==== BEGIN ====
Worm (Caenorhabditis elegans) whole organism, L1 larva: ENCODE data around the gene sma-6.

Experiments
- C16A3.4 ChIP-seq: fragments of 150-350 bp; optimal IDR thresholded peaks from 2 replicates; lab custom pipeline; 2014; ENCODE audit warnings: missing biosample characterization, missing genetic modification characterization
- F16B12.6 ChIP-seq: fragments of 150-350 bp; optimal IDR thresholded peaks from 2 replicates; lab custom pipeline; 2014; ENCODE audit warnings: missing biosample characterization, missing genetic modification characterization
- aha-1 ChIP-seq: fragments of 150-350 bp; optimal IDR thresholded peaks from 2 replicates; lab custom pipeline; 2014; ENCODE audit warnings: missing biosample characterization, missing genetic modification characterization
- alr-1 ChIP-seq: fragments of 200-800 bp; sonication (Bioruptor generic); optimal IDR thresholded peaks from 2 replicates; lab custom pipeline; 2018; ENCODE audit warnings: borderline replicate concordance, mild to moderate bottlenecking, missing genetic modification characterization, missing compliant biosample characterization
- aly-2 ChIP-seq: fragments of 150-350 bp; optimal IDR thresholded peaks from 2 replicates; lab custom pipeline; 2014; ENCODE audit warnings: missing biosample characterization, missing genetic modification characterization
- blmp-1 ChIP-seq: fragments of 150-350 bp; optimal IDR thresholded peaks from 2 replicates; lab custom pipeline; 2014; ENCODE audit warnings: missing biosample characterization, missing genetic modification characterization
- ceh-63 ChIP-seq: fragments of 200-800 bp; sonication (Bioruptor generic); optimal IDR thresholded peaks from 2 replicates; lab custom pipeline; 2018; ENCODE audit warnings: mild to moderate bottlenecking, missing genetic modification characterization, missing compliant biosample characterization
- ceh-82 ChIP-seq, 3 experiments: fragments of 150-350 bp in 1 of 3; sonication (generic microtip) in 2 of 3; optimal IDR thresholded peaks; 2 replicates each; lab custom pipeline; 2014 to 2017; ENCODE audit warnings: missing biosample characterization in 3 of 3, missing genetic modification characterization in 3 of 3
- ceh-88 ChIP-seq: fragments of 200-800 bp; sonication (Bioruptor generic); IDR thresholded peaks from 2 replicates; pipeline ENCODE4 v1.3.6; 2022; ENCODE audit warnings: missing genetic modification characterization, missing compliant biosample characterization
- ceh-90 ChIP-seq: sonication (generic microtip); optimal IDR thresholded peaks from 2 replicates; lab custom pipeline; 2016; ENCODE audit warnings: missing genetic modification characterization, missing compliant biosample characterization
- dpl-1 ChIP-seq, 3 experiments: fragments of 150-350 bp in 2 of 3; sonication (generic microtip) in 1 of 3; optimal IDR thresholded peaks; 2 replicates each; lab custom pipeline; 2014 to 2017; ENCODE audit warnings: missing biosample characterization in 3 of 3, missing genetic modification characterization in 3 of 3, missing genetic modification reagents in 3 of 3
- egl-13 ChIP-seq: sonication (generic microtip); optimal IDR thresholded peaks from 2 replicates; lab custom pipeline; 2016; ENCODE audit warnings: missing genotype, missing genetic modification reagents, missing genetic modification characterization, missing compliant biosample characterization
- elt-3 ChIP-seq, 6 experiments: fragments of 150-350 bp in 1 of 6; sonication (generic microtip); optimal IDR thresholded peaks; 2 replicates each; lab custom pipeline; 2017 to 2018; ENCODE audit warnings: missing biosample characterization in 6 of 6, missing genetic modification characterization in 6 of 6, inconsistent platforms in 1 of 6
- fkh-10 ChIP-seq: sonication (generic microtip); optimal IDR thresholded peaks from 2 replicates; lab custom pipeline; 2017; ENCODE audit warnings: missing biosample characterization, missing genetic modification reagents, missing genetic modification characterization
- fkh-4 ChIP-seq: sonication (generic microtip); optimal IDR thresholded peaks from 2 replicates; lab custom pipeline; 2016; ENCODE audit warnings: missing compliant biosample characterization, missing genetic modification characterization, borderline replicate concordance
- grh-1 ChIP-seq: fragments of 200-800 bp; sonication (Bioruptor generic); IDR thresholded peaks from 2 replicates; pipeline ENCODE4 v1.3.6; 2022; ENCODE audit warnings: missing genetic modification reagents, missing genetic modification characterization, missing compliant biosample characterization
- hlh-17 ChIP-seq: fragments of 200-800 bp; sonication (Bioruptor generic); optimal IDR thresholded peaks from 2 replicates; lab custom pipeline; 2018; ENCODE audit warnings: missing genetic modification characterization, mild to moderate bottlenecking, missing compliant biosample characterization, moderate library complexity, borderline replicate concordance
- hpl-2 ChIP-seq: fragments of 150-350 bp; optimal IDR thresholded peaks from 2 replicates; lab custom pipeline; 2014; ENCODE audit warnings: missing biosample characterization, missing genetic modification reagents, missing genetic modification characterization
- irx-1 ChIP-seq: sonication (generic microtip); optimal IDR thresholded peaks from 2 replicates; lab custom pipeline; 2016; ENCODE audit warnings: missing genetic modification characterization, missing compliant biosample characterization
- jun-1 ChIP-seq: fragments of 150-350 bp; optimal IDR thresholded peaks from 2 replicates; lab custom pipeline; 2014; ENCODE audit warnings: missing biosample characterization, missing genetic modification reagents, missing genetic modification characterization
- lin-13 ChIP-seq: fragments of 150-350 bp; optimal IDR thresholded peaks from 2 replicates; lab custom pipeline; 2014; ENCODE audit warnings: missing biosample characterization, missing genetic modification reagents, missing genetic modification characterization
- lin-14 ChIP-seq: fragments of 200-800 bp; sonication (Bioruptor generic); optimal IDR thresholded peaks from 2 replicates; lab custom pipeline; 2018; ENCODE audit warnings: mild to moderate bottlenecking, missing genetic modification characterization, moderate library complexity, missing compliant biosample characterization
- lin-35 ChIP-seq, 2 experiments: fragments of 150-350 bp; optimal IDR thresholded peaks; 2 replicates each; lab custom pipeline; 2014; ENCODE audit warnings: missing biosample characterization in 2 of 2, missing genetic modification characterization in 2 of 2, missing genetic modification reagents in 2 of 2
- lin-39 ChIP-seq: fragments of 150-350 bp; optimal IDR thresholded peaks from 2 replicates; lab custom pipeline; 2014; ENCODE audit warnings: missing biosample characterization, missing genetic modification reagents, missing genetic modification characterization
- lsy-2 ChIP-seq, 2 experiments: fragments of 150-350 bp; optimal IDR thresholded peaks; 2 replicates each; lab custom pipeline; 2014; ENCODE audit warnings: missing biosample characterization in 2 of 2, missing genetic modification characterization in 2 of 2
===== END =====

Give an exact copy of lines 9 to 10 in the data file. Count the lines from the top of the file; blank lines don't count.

- ceh-63 ChIP-seq: fragments of 200-800 bp; sonication (Bioruptor generic); optimal IDR thresholded peaks from 2 replicates; lab custom pipeline; 2018; ENCODE audit warnings: mild to moderate bottlenecking, missing genetic modification characterization, missing compliant biosample characterization
- ceh-82 ChIP-seq, 3 experiments: fragments of 150-350 bp in 1 of 3; sonication (generic microtip) in 2 of 3; optimal IDR thresholded peaks; 2 replicates each; lab custom pipeline; 2014 to 2017; ENCODE audit warnings: missing biosample characterization in 3 of 3, missing genetic modification characterization in 3 of 3